The types and kinds of observations were discussed and checklists were developed for information from interviews and documents based on the categories of the information previously described. Participants were then requested to examine key documents to glean data from this source. They were asked to give general information about Mbeya based on these documents. Key informants were identified, including government officials, party officials, social and health service personnel, teachers, community leaders (heads of community organizations, religious leaders, women's groups, informal leaders) and members of nongovernmental organizations working in the area.

Data collection and analysis

The first field visit was conducted in three wards selected by the Municipal Medical Officer, with each team going to a different ward to meet with ward officials and present the reasons for the interviews.

Much time was given to key informant interviews. After the first round of interviews, participants returned to follow up some questions and to see other people who had not been identified during the first round. After these two visits, the entire group met and reported their answers, based on the interviews, to the following questions:

1. What were the major problems?
2. Who told you about these problems?
3. Did your observations confirm these problems?
4. Do the documents suggest that these are problems?

Scrutinizing the answers to these questions revealed a major problem: Participants had no way of assigning any priority to the problems. As a result, arrangements were made for a return visit to the key informants to ask them to rank in order of priority the problems they had identified. To do this, each key informant was given cards with identified problems and asked to put them in order of importance. Blank cards were provided in case a problem was identified that had not been recorded earlier.

The final workshop: Planning processes and plan of action

Once the data had been analyzed and priorities for each ward identified, participants considered how to develop a plan of action to respond to the problems. Participants made a list of possible solutions to priority problems. A matrix was then introduced to rank the feasibility of each recommendation. Each group was asked to choose solutions for a problem in the ward it had surveyed and to judge its practicality by using the following criteria:

1. Health benefit (what is the potential overall health impact?)
2. Community capacity (how committed was the community to solving the problem and what could they contribute (money, manpower, materials) to its solution?)
3. Sustainability (could the intervention be maintained, and at what cost?)
4. Equitability (which income groups were to benefit most?)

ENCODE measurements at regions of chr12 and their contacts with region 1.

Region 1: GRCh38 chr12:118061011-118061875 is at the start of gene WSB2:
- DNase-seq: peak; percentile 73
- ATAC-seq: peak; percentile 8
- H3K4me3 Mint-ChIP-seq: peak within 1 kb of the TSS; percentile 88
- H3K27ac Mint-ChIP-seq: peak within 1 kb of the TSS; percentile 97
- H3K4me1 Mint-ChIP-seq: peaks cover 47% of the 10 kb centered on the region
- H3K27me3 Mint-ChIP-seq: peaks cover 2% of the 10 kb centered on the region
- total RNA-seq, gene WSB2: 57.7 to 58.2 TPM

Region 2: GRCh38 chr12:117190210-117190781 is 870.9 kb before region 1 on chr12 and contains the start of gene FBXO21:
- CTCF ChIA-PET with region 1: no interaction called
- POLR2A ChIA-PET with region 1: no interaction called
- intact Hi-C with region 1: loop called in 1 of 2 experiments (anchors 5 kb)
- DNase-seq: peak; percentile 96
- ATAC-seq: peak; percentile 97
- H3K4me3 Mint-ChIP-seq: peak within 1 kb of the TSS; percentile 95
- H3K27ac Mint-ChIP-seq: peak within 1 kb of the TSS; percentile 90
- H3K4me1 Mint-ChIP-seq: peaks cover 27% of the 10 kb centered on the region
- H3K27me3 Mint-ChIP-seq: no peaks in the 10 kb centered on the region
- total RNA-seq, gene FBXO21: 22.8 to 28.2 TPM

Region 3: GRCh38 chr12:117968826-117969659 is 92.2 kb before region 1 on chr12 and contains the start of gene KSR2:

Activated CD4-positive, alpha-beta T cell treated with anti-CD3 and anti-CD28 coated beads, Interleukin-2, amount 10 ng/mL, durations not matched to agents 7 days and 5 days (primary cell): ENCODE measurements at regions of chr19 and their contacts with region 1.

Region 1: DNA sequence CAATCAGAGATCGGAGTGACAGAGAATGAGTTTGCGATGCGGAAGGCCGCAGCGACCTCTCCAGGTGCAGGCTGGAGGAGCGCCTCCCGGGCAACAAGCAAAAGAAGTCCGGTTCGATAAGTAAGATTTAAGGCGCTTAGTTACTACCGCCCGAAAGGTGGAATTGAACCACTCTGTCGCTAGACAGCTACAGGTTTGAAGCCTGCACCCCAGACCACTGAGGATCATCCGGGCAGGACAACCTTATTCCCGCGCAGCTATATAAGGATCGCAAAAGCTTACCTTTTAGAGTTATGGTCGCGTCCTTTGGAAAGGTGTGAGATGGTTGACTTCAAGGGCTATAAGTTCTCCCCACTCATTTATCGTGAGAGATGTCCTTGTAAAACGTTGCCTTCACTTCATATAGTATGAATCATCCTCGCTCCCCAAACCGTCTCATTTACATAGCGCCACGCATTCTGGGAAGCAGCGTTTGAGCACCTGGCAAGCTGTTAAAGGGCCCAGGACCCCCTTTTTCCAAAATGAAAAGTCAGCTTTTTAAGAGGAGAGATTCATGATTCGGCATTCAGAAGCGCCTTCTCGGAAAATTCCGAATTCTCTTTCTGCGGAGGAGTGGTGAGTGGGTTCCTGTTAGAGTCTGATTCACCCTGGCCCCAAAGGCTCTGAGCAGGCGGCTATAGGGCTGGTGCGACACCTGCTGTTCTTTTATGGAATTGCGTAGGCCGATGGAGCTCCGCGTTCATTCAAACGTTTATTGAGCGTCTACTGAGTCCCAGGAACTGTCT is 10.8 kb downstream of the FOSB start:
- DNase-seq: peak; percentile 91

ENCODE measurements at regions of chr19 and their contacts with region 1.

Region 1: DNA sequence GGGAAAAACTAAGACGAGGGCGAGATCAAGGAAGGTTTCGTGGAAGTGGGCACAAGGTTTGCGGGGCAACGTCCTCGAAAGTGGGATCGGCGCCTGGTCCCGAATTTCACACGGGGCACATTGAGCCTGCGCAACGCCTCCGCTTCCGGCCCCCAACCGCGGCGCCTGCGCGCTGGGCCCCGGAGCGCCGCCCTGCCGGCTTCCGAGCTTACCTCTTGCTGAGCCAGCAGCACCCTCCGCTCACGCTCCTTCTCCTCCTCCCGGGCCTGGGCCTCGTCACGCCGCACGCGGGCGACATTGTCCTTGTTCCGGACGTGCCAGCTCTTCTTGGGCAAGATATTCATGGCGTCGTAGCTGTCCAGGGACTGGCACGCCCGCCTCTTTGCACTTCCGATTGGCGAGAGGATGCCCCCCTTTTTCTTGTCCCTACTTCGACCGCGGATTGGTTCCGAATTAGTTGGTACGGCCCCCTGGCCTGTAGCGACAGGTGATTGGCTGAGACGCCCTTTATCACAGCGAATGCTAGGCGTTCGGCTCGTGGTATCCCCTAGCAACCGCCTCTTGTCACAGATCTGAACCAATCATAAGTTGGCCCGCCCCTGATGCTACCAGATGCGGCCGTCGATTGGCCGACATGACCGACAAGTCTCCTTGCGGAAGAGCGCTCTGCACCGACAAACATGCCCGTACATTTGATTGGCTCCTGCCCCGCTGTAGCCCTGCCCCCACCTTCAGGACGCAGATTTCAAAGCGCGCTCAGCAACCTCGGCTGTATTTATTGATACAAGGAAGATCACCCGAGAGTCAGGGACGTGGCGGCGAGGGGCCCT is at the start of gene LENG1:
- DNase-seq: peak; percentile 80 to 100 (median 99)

5. Cost (what were the initial capital and manpower costs?)
6. Time frame (how long would it take before changes were noticeable?)

Each recommendation in these categories was given a score of "+" for low benefit, "++" for medium benefit, and "+++" for high benefit. The highest score was given the highest priority. Upon this basis, a plan of action was drawn up and the responsible people identified.

Application of the methodology in other national experiences

This methodology has been used in other national situations for the same purpose of planning with the urban poor. In Dhaka, Bangladesh, a rapid appraisal was undertaken by a Government Urban Health Care Committee, sponsored by the Government of Bangladesh Directorate of Primary Health Care and the World Health Organization, to obtain information and community involvement for a pilot project for slum improvements. Using the WHO Guidelines developed from the Mbeya experience, an RA was done by a multi-disciplinary team, including members of the Government Health Services, which gave a profile of the problems. These results were presented in a two-day workshop attended by government, municipal and community representatives, as well as the investigating team. A number of problems requiring immediate action were identified. Support from both the community and the authorities was promised and persons were identified to take responsibility.

One apparent spin-off of this exercise was the recognition by the Regional Committee of WHO's South-East Asia Region of the importance of such an approach and a recommendation was made to undertake RAs for problem identification and solution.

This methodology has also been useful in the United Kingdom where a reorganization of the Regional Health Authorities is taking place. The South Sefton Health Authority, near Liverpool, gave priority to health improvements for one of the poorest areas in its domain and wanted to identify the more urgent problems. Although the Authority had much recorded data, it had no way of knowing how they reflected the needs and priorities of that specific community. The authority undertook an RA using the WHO Guidelines.

The value of this approach has been shared with other Regional Authorities in the United Kingdom and has generated a great deal of interest. The South Sefton people felt that a major strength was its flexibility in terms of time and approach.